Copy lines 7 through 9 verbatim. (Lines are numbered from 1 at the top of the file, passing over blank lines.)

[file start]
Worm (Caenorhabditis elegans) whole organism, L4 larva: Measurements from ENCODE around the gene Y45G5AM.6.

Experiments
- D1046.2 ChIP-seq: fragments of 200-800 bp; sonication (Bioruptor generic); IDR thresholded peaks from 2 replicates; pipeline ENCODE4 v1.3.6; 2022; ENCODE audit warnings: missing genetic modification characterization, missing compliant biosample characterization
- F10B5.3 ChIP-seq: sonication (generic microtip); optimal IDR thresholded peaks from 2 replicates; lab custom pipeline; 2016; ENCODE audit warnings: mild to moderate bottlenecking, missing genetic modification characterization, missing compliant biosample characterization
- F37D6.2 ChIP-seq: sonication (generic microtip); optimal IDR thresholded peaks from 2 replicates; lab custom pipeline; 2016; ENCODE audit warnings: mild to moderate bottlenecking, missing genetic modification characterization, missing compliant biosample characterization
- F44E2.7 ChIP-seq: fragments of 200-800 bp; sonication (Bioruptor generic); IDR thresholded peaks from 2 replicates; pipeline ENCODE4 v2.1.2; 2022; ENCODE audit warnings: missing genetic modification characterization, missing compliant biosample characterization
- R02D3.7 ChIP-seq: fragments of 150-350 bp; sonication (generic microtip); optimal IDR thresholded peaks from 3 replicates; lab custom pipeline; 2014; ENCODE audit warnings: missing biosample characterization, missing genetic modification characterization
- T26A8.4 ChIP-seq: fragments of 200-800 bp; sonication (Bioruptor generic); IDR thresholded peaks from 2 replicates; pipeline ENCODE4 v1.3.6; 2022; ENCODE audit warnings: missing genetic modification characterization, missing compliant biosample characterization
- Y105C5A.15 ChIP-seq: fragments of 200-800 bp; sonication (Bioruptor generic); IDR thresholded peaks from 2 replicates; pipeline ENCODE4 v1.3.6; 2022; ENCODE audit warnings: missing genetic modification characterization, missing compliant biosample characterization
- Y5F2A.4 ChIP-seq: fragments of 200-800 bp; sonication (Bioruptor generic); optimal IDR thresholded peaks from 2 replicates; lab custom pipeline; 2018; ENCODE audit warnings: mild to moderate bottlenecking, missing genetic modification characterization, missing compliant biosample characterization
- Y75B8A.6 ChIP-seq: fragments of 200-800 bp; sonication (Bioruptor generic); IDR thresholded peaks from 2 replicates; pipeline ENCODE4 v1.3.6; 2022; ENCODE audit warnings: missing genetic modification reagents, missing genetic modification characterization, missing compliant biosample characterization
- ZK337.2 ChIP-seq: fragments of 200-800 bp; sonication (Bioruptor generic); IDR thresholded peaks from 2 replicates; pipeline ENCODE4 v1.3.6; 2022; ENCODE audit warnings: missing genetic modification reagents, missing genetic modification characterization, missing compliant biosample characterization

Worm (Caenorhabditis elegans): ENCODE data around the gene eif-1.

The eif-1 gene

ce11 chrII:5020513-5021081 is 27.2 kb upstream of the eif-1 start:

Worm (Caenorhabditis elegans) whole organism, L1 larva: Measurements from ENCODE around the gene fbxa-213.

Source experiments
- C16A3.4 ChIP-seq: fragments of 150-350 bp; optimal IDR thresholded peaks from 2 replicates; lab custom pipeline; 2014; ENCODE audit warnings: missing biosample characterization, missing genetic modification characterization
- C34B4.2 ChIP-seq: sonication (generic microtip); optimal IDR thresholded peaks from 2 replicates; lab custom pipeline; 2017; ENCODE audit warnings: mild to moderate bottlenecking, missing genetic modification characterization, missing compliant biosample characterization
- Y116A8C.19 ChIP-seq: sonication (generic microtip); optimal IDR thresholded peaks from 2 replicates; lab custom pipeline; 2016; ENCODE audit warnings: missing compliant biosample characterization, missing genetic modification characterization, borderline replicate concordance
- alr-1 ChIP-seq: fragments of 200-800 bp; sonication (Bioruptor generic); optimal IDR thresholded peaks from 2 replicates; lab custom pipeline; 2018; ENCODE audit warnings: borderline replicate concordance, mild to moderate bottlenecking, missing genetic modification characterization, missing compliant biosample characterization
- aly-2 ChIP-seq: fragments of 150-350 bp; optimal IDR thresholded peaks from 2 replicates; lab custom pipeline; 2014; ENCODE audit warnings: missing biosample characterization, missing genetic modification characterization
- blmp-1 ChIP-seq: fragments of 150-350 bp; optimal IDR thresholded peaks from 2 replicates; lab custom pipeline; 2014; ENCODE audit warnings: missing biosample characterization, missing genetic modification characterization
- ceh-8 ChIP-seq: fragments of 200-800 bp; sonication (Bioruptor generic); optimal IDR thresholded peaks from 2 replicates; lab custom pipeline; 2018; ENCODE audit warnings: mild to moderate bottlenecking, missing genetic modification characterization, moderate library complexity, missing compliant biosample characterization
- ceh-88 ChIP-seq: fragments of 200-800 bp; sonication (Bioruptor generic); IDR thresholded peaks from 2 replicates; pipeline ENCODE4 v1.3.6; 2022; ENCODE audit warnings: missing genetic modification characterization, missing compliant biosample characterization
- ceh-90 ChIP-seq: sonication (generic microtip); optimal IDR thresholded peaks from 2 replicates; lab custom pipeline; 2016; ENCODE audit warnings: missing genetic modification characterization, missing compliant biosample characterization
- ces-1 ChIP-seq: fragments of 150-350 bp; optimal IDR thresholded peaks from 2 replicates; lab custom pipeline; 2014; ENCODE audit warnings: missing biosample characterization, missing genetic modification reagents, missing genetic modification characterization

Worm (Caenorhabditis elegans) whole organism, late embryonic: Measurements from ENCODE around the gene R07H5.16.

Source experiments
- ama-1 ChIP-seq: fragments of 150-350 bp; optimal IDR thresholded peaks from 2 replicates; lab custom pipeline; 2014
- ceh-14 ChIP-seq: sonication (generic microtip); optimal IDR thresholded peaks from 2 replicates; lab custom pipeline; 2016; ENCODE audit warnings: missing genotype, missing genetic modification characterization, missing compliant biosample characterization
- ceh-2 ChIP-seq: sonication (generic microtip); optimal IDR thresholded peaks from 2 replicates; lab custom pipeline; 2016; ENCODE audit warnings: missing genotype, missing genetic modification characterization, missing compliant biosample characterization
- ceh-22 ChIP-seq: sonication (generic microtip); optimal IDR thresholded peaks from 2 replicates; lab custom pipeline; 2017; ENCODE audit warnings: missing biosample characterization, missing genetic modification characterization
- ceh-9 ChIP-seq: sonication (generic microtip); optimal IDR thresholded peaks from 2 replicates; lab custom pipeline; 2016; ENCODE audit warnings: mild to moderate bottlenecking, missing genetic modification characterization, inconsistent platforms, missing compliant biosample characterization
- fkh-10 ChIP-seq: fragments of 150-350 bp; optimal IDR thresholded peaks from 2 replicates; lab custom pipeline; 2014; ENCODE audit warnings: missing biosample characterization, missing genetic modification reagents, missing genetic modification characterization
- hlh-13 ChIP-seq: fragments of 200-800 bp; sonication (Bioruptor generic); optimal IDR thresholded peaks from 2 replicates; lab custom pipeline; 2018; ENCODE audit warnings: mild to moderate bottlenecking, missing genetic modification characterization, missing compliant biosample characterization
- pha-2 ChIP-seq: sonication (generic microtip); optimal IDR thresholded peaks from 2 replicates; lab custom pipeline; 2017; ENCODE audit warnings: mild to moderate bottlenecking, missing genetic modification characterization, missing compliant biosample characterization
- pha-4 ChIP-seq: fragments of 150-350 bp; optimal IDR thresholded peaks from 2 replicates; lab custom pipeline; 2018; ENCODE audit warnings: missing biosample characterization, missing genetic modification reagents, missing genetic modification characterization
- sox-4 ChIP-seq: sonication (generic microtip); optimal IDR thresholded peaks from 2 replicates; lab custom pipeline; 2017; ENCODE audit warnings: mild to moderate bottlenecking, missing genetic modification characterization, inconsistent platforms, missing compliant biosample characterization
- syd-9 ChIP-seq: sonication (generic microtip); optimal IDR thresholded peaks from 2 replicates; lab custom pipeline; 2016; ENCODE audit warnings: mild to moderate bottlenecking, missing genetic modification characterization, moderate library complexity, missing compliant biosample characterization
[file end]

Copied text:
- R02D3.7 ChIP-seq: fragments of 150-350 bp; sonication (generic microtip); optimal IDR thresholded peaks from 3 replicates; lab custom pipeline; 2014; ENCODE audit warnings: missing biosample characterization, missing genetic modification characterization
- T26A8.4 ChIP-seq: fragments of 200-800 bp; sonication (Bioruptor generic); IDR thresholded peaks from 2 replicates; pipeline ENCODE4 v1.3.6; 2022; ENCODE audit warnings: missing genetic modification characterization, missing compliant biosample characterization
- Y105C5A.15 ChIP-seq: fragments of 200-800 bp; sonication (Bioruptor generic); IDR thresholded peaks from 2 replicates; pipeline ENCODE4 v1.3.6; 2022; ENCODE audit warnings: missing genetic modification characterization, missing compliant biosample characterization